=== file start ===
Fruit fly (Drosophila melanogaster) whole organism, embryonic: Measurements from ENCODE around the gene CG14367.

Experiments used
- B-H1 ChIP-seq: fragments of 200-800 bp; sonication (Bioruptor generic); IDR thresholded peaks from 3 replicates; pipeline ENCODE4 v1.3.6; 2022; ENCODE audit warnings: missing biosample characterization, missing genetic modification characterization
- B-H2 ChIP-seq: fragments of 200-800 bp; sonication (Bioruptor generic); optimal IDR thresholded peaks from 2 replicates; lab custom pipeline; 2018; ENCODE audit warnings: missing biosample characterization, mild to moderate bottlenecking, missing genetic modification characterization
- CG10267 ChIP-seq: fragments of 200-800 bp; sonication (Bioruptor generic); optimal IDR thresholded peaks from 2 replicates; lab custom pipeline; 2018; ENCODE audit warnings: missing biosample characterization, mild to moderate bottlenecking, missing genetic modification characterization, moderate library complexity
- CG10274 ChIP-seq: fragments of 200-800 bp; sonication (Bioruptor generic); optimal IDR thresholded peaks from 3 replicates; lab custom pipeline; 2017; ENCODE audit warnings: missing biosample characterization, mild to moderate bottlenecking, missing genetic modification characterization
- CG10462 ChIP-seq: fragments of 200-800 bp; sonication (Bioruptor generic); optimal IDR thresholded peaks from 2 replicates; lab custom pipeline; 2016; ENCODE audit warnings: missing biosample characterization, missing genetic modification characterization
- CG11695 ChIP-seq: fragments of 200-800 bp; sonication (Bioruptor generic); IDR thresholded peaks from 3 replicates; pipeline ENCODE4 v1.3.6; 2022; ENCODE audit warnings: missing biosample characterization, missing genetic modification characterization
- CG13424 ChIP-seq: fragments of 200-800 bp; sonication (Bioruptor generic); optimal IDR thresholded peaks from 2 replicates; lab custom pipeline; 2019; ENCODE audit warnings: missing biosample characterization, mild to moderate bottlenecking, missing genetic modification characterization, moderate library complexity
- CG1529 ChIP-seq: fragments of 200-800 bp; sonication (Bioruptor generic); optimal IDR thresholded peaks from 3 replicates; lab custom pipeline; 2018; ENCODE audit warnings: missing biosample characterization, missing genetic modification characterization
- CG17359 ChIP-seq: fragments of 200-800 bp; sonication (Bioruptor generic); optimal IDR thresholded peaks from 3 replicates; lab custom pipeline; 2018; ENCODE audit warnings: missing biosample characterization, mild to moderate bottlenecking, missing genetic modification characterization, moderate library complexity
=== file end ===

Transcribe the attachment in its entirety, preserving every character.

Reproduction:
Fruit fly (Drosophila melanogaster) whole organism, embryonic: Measurements from ENCODE around the gene CG14367.

Experiments used
- B-H1 ChIP-seq: fragments of 200-800 bp; sonication (Bioruptor generic); IDR thresholded peaks from 3 replicates; pipeline ENCODE4 v1.3.6; 2022; ENCODE audit warnings: missing biosample characterization, missing genetic modification characterization
- B-H2 ChIP-seq: fragments of 200-800 bp; sonication (Bioruptor generic); optimal IDR thresholded peaks from 2 replicates; lab custom pipeline; 2018; ENCODE audit warnings: missing biosample characterization, mild to moderate bottlenecking, missing genetic modification characterization
- CG10267 ChIP-seq: fragments of 200-800 bp; sonication (Bioruptor generic); optimal IDR thresholded peaks from 2 replicates; lab custom pipeline; 2018; ENCODE audit warnings: missing biosample characterization, mild to moderate bottlenecking, missing genetic modification characterization, moderate library complexity
- CG10274 ChIP-seq: fragments of 200-800 bp; sonication (Bioruptor generic); optimal IDR thresholded peaks from 3 replicates; lab custom pipeline; 2017; ENCODE audit warnings: missing biosample characterization, mild to moderate bottlenecking, missing genetic modification characterization
- CG10462 ChIP-seq: fragments of 200-800 bp; sonication (Bioruptor generic); optimal IDR thresholded peaks from 2 replicates; lab custom pipeline; 2016; ENCODE audit warnings: missing biosample characterization, missing genetic modification characterization
- CG11695 ChIP-seq: fragments of 200-800 bp; sonication (Bioruptor generic); IDR thresholded peaks from 3 replicates; pipeline ENCODE4 v1.3.6; 2022; ENCODE audit warnings: missing biosample characterization, missing genetic modification characterization
- CG13424 ChIP-seq: fragments of 200-800 bp; sonication (Bioruptor generic); optimal IDR thresholded peaks from 2 replicates; lab custom pipeline; 2019; ENCODE audit warnings: missing biosample characterization, mild to moderate bottlenecking, missing genetic modification characterization, moderate library complexity
- CG1529 ChIP-seq: fragments of 200-800 bp; sonication (Bioruptor generic); optimal IDR thresholded peaks from 3 replicates; lab custom pipeline; 2018; ENCODE audit warnings: missing biosample characterization, missing genetic modification characterization
- CG17359 ChIP-seq: fragments of 200-800 bp; sonication (Bioruptor generic); optimal IDR thresholded peaks from 3 replicates; lab custom pipeline; 2018; ENCODE audit warnings: missing biosample characterization, mild to moderate bottlenecking, missing genetic modification characterization, moderate library complexity